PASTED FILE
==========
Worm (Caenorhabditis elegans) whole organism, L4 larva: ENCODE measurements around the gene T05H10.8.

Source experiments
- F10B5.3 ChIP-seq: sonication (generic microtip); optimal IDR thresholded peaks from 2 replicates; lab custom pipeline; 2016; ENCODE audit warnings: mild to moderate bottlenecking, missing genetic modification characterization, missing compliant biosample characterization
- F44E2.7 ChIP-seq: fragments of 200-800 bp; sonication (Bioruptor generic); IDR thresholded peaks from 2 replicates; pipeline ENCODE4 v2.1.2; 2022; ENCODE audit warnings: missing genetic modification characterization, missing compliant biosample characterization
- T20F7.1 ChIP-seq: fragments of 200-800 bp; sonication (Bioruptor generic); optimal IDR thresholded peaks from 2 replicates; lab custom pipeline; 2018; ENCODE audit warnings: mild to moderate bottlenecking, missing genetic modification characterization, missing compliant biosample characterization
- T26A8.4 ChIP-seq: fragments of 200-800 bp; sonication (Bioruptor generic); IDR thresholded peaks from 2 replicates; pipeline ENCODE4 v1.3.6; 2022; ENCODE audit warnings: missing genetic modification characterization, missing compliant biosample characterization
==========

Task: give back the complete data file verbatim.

Worm (Caenorhabditis elegans) whole organism, L4 larva: ENCODE measurements around the gene T05H10.8.

Source experiments
- F10B5.3 ChIP-seq: sonication (generic microtip); optimal IDR thresholded peaks from 2 replicates; lab custom pipeline; 2016; ENCODE audit warnings: mild to moderate bottlenecking, missing genetic modification characterization, missing compliant biosample characterization
- F44E2.7 ChIP-seq: fragments of 200-800 bp; sonication (Bioruptor generic); IDR thresholded peaks from 2 replicates; pipeline ENCODE4 v2.1.2; 2022; ENCODE audit warnings: missing genetic modification characterization, missing compliant biosample characterization
- T20F7.1 ChIP-seq: fragments of 200-800 bp; sonication (Bioruptor generic); optimal IDR thresholded peaks from 2 replicates; lab custom pipeline; 2018; ENCODE audit warnings: mild to moderate bottlenecking, missing genetic modification characterization, missing compliant biosample characterization
- T26A8.4 ChIP-seq: fragments of 200-800 bp; sonication (Bioruptor generic); IDR thresholded peaks from 2 replicates; pipeline ENCODE4 v1.3.6; 2022; ENCODE audit warnings: missing genetic modification characterization, missing compliant biosample characterization